Midland Railway Switchback Line

When the Midland Railway Company undertook to build the Midland Line between Springfield and Brunner, they had to come up with a way of getting across the Main Divide between Canterbury and Westland; the Southern Alps (Kaa Tiritiri O Te Moana) formed a formidable natural barrier between the two provinces. There was found to be a saddle through the range at this point, named “Arthur’s Pass” after the name of the surveyor who discovered it, Sir Arthur Dudley Dobson, at an altitude of 920 metres above sea level. As the railway stations at either side – Arthurs Pass and Otira – were at heights of 737 and 378 metres respectively, it could be readily ascertained that very steep gradients would be needed to get a railway over the Pass. The Midland Railway Co favoured the idea of a centre rail incline, worked by either the Fell or Abt systems, similar to the Rimutaka Incline in the Wairarapa region of the North Island. The steepest grades on this proposed line were, like those of the Rimutaka Incline, at 1 in 15, or about 7%. NZRM has produced a set of ten maps covering 10 miles (16 km) of the proposed route. Within that section, which goes from the present day Arthurs Pass station (known as Bealey by MRC) to Otira (Goat Creek), there were in addition the following stations proposed: Punch Bowl, Summit, Kopeki, Flat Top and Otira Gorge. Summit was located at the top of the grade and was by definition used as the zero peg for the mileages of the sections on each side. Thus, on the drawings and therefore the maps, the distances are shown on each side from Summit (Summit-Bealey and Summit-Otira). Several tunnels and numerous bridges were required; these are shown as per the diagrams, but only the locations of stations rather than specific details of facilities have been drawn. The 1 in 15 gradients were mostly found over the first 1 1/2 miles (2.4 km) below the summit on the Bealey side and down to about 5 1/4 miles on the Otira side, with levels carved out for the station yards, so all in all there would have been nearly seven miles (12 km) of this gradient, or more than double the length of the Rimutaka Incline, albeit both ascending and declining unlike the Rimutaka line which was a continuous uphill or downhill.

Turning now to the ten maps we can view each of these along with individual descriptions. We start at the Bealey end and work our way continually westward. Each map covers about one mile of corridor.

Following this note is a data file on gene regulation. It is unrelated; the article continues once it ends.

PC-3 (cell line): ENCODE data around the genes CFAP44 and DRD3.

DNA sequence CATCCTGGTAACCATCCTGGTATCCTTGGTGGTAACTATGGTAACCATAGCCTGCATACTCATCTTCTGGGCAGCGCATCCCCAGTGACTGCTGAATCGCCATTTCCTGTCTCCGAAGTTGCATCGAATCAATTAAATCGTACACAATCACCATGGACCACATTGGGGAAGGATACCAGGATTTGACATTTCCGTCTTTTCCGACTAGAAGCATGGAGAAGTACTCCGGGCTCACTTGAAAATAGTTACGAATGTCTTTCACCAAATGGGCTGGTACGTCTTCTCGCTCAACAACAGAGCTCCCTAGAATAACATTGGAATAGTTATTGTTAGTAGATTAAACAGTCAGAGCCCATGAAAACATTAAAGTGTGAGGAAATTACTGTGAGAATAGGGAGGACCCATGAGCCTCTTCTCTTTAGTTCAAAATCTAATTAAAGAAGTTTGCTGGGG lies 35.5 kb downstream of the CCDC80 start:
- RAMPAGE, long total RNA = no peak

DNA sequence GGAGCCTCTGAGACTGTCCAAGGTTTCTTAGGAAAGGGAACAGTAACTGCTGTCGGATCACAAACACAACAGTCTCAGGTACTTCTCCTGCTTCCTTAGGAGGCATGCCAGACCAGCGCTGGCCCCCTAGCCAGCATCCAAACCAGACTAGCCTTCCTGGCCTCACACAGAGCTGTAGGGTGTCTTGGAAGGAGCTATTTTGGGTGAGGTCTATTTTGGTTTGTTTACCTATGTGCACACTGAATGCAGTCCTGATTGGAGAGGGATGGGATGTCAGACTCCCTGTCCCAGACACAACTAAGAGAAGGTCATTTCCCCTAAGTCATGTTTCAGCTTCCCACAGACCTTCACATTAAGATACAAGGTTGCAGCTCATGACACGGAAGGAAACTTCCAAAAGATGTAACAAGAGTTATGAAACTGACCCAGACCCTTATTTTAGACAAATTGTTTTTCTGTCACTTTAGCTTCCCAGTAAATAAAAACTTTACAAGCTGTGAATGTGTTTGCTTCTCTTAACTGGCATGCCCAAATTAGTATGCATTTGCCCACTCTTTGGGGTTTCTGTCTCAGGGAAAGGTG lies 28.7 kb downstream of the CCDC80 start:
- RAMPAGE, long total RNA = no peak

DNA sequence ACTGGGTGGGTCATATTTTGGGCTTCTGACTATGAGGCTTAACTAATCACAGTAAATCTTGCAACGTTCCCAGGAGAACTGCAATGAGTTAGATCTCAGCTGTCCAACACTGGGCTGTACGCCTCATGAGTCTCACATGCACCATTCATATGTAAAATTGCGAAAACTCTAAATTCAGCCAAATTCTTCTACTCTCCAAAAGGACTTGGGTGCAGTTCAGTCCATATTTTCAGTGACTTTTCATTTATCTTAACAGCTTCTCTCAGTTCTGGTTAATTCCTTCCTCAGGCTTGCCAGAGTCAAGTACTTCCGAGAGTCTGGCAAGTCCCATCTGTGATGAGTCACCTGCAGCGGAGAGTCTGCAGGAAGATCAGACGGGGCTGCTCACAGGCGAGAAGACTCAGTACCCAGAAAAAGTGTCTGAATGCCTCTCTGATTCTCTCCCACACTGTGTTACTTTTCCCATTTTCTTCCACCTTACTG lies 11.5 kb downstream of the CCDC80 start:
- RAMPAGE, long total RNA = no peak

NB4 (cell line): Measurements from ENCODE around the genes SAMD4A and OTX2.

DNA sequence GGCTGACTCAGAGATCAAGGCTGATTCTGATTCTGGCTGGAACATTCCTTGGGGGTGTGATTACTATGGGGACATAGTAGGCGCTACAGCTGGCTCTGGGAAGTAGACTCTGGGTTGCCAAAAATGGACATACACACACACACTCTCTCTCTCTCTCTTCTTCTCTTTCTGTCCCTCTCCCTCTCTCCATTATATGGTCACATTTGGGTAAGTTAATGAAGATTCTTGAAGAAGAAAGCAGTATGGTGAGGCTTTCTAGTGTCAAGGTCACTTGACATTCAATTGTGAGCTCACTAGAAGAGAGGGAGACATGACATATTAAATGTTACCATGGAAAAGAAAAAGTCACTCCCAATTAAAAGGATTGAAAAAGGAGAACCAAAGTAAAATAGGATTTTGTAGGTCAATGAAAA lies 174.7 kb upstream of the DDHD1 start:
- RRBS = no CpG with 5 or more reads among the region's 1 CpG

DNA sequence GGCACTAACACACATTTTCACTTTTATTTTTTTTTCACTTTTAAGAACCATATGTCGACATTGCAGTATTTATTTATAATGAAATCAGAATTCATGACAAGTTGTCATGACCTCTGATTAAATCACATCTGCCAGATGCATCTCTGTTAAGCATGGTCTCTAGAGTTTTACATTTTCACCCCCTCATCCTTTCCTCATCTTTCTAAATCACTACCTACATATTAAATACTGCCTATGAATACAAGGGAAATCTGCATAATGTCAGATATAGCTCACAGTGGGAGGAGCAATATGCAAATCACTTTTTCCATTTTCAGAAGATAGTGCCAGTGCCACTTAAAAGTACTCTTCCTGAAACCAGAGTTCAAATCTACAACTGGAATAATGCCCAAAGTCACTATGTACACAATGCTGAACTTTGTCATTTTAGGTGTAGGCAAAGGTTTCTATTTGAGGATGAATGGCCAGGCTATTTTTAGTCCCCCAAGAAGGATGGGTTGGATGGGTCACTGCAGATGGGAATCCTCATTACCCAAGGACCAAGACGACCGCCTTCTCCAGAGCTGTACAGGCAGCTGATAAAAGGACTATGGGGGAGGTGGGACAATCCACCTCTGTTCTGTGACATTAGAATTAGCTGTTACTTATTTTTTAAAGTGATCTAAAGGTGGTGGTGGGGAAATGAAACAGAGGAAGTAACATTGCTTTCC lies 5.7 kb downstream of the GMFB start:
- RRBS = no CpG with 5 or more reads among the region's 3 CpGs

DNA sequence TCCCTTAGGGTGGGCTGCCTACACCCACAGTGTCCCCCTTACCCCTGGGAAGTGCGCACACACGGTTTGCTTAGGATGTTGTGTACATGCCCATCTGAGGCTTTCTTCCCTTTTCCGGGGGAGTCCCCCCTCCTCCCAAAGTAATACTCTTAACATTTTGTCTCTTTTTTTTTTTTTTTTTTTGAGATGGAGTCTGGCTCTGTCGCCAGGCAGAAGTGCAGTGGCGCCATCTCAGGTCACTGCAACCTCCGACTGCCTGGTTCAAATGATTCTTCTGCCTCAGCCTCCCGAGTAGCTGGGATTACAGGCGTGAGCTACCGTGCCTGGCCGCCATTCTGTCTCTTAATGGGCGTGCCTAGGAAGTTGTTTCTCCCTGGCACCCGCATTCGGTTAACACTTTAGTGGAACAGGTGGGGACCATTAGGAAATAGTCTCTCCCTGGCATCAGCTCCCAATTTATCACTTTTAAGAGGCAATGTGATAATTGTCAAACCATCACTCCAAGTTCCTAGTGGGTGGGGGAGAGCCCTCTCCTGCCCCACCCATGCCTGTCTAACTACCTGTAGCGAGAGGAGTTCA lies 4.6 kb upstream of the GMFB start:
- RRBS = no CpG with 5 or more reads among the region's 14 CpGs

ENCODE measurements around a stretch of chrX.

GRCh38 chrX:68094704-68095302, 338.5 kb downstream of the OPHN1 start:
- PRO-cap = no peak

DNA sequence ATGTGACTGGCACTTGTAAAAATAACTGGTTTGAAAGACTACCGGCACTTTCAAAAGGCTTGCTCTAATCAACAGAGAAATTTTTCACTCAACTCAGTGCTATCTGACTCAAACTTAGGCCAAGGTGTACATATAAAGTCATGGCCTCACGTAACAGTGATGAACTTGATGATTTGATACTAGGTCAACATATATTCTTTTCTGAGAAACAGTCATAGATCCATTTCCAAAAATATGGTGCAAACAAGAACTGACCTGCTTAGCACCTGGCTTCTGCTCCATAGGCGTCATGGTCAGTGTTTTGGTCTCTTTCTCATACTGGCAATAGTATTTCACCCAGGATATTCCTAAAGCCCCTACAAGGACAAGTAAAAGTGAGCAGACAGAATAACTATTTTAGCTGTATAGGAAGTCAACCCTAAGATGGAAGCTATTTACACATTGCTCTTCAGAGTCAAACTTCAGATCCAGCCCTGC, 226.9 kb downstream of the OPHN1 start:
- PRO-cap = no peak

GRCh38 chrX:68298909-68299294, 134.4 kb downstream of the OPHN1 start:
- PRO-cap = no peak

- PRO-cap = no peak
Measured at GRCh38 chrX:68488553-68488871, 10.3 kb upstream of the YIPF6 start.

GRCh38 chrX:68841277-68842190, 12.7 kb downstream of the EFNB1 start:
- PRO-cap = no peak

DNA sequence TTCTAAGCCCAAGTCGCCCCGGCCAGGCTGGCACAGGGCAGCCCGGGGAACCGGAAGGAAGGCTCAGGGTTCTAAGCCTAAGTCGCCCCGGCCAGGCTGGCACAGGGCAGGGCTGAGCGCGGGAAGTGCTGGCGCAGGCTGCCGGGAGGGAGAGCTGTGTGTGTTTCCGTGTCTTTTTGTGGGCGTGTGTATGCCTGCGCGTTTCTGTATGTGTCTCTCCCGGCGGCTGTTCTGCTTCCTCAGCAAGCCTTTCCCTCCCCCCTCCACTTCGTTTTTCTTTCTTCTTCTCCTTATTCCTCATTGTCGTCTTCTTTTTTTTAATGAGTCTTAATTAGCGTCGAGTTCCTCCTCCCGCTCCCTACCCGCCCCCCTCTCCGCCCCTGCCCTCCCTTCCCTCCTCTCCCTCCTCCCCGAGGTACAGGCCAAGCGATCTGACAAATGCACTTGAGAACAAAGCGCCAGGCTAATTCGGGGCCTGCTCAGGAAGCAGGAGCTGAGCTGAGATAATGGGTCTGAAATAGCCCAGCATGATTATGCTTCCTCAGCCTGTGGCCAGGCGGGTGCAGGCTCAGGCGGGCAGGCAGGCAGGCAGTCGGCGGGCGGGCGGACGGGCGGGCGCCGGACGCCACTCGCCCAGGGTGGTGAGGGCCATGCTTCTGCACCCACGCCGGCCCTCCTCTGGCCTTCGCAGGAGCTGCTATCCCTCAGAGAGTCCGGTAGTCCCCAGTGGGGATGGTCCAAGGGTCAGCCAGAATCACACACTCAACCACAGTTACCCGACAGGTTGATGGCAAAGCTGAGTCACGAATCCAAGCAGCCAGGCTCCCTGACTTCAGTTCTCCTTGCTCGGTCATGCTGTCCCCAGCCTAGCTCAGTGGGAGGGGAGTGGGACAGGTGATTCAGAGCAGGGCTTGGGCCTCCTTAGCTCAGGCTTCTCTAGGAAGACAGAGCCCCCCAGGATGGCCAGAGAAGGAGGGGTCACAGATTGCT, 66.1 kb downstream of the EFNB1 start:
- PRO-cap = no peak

Starting near Rough Creek, the Midland Line would have crossed the Bealey River to reach Bealey Station. This route is very different from the present day, and basically reflects earlier plans to bring the railway up the true left bank of the Bealey all the way from its confluence with the Waimakariri River at Klondyke, including a bridge across the Mingha River. When the railway actually came to be built in the early 1910s, the PWD engineers sited this crossing 5 km downstream at “Bealey Bridge”. The location of Bealey Station is the same as where the first Arthurs Pass station was opened in 1914, at first named Bealey Flat until 1913.

Here the first station after Bealey, “Punch Bowl” is encountered. Grades have been easy to this point, but very rapidly will steepen to 1 in 15 and remain much the same all the way to the summit. Several bridges and a tunnel are encountered, including one bridge where the highway crosses overhead.

Underlining the significantly greater height at Arthurs Pass and consequently relatively short climb to the top, after less than two miles of a steep 1 in 15 ascent the switchback would have reached the summit. A few small bridges would have crossed various waterways.

There would have been, of course, a vertical curve at the summit and after passing the Summit Station, the line would have descended steeply at 1 in 15, maintaining this gradient for the subsequent 5 miles with only relief for intermediate stations. There would have been a notable bridge crossing over the highway and Pegleg (or Kopeki) Creek.

Kopeki Station would have been 1 mile 15 chains below the summit on its western side and basically at the location known as Deaths Corner where prior to the opening of the Otira Viaduct in 1999, the notorious highway descent onto the Zigzag was encountered by motorists. The Zigzag was a feature of the original highway that endured for 133 years from its opening in 1866 until the advent of the viaduct. The railway would have avoided all of the road’s dramas as this point by crossing to the opposite side of the Otira River valley and remaining thereon all the rest of the way downhill.

As the railway continued its descent in the Otira River valley, a significant bridge was required at the 2 mile point, labelled “Park Creek” in the plans. The next bridge was at “Hodge’s Creek” and then at 2 miles 59 chains the line reached “Flat Top” Station. This was not a linear station surrounding the main line at this point; instead it was proposed to be located on a dead end siding off the main line. As the corridor left Flat Top it curved 90 degrees towards the Rolleston River valley passing the 3 mile peg.